2015 - 2016

  Literature and Disability Studies: Representing the Inarticu                                         
Dalit AlperovichGilman-humanities307Tue1200-1400 Sem  2
University credit hours:  2.0

Course description
Literature and Disability Studies: Representing the Inarticulate                            Dr Dalit Alperovich
Advanced course
Disability Studies is a growing field which sheds light on the ways in which society constructs the boundaries of normalcy. This course examines literary representations of the more “hidden” disabilities – cognitive, intellectual and mental. In what ways does literature draw the boundaries of normalcy? How do definitions of disability change in different historical, political, social and cultural contexts? What is the relation between disability and identity politics in literature? How does literature give voice to the subjectivity of the inarticulate and what are the ethical considerations of such representations? What functions do disabled characters serve in literary works? The course engages in these issues by closely examining literary works and by discussing theoretical and analytical essays that address these questions.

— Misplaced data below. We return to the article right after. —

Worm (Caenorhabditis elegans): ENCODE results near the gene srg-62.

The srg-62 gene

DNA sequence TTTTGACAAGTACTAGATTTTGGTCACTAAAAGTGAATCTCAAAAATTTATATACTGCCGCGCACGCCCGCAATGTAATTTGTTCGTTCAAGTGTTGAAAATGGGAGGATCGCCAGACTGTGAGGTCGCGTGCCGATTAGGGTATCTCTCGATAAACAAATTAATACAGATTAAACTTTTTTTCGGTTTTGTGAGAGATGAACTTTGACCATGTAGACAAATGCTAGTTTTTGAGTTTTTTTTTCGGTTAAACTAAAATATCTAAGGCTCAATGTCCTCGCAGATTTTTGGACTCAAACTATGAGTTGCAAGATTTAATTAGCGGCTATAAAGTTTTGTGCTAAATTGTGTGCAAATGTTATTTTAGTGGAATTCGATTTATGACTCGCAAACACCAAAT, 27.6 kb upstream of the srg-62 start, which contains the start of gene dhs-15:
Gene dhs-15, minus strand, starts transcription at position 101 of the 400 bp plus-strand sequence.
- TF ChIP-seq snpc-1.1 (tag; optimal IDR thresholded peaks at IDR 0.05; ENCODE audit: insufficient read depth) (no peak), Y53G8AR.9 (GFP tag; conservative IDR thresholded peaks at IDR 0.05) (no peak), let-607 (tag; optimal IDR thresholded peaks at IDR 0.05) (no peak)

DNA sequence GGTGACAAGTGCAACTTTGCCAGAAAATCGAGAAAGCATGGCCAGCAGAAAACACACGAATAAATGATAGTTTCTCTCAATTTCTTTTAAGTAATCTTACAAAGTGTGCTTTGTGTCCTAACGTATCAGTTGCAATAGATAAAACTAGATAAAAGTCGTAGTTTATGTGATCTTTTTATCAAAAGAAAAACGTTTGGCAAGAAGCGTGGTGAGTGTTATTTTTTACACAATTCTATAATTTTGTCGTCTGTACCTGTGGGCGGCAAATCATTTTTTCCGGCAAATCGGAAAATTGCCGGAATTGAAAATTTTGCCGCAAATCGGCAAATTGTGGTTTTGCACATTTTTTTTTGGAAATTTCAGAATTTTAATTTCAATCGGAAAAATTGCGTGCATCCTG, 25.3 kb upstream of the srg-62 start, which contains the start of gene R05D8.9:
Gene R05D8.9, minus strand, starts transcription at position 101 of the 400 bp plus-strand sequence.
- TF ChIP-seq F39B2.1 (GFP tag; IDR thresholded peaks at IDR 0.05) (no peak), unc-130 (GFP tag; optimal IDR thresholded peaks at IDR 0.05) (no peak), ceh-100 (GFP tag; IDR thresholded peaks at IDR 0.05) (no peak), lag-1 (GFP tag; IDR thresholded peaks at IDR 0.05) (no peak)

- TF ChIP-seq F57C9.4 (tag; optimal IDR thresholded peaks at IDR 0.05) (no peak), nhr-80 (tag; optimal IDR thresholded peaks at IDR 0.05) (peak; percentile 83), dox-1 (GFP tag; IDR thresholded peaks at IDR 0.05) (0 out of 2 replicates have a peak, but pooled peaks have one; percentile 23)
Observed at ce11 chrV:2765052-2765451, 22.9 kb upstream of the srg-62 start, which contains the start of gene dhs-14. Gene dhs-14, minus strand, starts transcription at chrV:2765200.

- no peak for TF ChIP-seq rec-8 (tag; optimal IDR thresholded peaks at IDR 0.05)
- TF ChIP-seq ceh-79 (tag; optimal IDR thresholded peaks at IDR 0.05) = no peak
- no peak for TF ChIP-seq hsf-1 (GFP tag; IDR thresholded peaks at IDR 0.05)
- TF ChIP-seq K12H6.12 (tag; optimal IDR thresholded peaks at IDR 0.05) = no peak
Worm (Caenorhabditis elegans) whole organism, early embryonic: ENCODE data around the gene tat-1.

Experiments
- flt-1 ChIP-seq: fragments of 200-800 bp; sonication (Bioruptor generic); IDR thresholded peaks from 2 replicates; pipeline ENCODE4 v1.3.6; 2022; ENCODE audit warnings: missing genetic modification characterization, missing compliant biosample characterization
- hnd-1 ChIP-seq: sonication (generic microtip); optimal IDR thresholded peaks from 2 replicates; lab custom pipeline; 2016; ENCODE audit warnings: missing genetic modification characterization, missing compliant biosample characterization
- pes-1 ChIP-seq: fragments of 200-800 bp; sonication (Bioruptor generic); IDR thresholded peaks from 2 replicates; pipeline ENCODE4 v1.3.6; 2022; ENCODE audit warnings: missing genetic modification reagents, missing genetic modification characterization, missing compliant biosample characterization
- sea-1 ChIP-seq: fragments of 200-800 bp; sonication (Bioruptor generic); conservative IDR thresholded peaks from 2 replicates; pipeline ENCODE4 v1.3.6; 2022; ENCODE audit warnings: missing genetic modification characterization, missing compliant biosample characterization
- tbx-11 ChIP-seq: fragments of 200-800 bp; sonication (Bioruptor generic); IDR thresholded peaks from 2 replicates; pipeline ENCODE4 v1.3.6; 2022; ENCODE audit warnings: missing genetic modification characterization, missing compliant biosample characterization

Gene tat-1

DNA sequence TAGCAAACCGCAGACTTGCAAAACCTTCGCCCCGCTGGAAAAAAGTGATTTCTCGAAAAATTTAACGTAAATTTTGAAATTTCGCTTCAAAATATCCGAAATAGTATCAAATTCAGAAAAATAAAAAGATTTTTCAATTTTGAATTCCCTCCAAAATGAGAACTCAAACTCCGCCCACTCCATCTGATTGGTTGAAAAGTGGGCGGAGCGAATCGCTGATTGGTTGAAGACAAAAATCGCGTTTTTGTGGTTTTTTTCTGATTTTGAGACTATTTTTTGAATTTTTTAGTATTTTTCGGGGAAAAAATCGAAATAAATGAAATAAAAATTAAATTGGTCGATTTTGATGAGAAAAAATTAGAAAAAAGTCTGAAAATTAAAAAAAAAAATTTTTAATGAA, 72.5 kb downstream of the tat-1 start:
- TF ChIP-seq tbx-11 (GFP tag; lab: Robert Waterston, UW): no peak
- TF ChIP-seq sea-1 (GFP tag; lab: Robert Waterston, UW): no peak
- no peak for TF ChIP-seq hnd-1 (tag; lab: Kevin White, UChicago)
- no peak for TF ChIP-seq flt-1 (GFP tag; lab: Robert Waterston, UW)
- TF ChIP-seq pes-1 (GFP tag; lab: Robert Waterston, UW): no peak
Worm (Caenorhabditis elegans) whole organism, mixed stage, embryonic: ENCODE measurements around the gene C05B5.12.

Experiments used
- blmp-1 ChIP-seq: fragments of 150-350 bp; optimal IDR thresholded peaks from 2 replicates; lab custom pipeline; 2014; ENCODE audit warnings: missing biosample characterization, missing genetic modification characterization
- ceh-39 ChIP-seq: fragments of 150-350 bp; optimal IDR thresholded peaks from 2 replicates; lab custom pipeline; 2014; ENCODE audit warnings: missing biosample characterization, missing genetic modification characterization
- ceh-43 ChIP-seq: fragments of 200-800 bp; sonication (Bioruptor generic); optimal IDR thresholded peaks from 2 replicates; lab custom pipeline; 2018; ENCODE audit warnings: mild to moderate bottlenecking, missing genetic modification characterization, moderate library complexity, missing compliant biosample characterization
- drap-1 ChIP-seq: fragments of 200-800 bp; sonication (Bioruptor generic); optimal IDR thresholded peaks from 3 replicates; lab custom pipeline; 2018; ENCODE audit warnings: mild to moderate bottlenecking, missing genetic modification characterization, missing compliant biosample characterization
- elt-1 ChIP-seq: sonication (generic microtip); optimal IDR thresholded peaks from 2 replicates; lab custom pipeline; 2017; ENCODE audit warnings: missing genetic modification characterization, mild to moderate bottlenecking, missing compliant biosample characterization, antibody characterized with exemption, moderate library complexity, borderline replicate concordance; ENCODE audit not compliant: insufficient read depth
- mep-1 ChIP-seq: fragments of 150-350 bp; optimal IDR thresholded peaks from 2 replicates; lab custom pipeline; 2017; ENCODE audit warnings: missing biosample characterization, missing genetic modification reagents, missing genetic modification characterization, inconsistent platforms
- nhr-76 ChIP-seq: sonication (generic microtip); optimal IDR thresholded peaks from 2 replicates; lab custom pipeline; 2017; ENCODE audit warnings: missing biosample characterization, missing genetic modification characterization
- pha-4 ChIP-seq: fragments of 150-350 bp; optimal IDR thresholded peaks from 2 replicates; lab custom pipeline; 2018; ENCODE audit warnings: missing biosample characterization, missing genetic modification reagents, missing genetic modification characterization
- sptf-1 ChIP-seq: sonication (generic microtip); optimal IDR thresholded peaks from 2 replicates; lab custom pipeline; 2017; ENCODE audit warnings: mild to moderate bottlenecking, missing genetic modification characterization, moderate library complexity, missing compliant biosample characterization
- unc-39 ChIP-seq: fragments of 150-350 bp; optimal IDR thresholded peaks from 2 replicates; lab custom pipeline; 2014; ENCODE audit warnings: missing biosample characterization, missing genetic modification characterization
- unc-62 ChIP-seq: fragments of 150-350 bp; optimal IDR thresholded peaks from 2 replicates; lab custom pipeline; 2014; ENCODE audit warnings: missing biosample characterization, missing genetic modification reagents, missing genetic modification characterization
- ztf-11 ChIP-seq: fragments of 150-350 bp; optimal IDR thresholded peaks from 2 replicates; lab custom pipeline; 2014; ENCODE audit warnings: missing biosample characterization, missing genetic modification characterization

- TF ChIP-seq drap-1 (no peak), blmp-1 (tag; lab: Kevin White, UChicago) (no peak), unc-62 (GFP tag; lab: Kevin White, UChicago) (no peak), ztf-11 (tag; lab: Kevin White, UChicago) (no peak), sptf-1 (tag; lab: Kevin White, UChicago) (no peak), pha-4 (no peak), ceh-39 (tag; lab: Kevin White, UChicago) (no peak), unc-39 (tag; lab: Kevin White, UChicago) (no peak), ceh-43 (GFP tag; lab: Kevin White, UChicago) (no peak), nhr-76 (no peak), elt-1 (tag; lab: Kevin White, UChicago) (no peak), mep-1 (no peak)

Mark Haddon, The Curious Incident of the Dog in the Night-Time (2003)
Daniel Keyes, “Flowers for Algernon” (1959)
Bernard Malamud, “Idiots First” (1961)
John Joseph Mathews, Sundown (1934)
Herman Melville, “Bartleby the Scrivener” (1853)
Toni Morrison, “Recitatif” (1983)
Flannery O’Connor, “The Lame Shall Enter First” (1965)
Edgar Allen Poe, “The Black Cat” (1843)
Leslie Marmon Silko, from Ceremony (1977)
Hisaye Yamamoto, “The Legend of Miss Sasagawara” (1988)

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